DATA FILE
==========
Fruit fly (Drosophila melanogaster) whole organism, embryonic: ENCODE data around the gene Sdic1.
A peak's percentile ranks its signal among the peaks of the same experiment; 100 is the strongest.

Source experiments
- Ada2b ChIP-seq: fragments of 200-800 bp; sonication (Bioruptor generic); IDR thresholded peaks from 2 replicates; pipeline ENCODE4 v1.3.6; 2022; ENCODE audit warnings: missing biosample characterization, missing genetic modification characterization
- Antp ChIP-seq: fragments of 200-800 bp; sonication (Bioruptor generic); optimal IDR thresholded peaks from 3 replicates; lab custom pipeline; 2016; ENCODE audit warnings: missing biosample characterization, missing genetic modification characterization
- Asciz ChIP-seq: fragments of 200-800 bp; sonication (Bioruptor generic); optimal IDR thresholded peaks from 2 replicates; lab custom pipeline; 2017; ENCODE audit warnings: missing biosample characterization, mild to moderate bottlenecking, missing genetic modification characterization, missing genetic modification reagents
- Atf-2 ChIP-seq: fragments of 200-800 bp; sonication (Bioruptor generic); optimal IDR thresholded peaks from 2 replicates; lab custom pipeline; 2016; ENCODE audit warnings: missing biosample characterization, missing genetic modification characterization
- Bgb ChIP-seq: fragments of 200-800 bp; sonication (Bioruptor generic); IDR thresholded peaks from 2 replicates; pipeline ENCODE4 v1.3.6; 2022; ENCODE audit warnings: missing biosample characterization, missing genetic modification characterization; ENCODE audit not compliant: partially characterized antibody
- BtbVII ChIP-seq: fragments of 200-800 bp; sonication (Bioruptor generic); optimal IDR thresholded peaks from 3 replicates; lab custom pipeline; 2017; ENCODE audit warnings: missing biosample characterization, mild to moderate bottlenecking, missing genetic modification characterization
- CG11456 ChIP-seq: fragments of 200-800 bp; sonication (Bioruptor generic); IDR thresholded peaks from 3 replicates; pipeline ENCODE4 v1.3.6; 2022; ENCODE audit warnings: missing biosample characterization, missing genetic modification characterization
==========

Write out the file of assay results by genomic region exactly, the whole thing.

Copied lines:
Fruit fly (Drosophila melanogaster) whole organism, embryonic: ENCODE data around the gene Sdic1.
A peak's percentile ranks its signal among the peaks of the same experiment; 100 is the strongest.

Source experiments
- Ada2b ChIP-seq: fragments of 200-800 bp; sonication (Bioruptor generic); IDR thresholded peaks from 2 replicates; pipeline ENCODE4 v1.3.6; 2022; ENCODE audit warnings: missing biosample characterization, missing genetic modification characterization
- Antp ChIP-seq: fragments of 200-800 bp; sonication (Bioruptor generic); optimal IDR thresholded peaks from 3 replicates; lab custom pipeline; 2016; ENCODE audit warnings: missing biosample characterization, missing genetic modification characterization
- Asciz ChIP-seq: fragments of 200-800 bp; sonication (Bioruptor generic); optimal IDR thresholded peaks from 2 replicates; lab custom pipeline; 2017; ENCODE audit warnings: missing biosample characterization, mild to moderate bottlenecking, missing genetic modification characterization, missing genetic modification reagents
- Atf-2 ChIP-seq: fragments of 200-800 bp; sonication (Bioruptor generic); optimal IDR thresholded peaks from 2 replicates; lab custom pipeline; 2016; ENCODE audit warnings: missing biosample characterization, missing genetic modification characterization
- Bgb ChIP-seq: fragments of 200-800 bp; sonication (Bioruptor generic); IDR thresholded peaks from 2 replicates; pipeline ENCODE4 v1.3.6; 2022; ENCODE audit warnings: missing biosample characterization, missing genetic modification characterization; ENCODE audit not compliant: partially characterized antibody
- BtbVII ChIP-seq: fragments of 200-800 bp; sonication (Bioruptor generic); optimal IDR thresholded peaks from 3 replicates; lab custom pipeline; 2017; ENCODE audit warnings: missing biosample characterization, mild to moderate bottlenecking, missing genetic modification characterization
- CG11456 ChIP-seq: fragments of 200-800 bp; sonication (Bioruptor generic); IDR thresholded peaks from 3 replicates; pipeline ENCODE4 v1.3.6; 2022; ENCODE audit warnings: missing biosample characterization, missing genetic modification characterization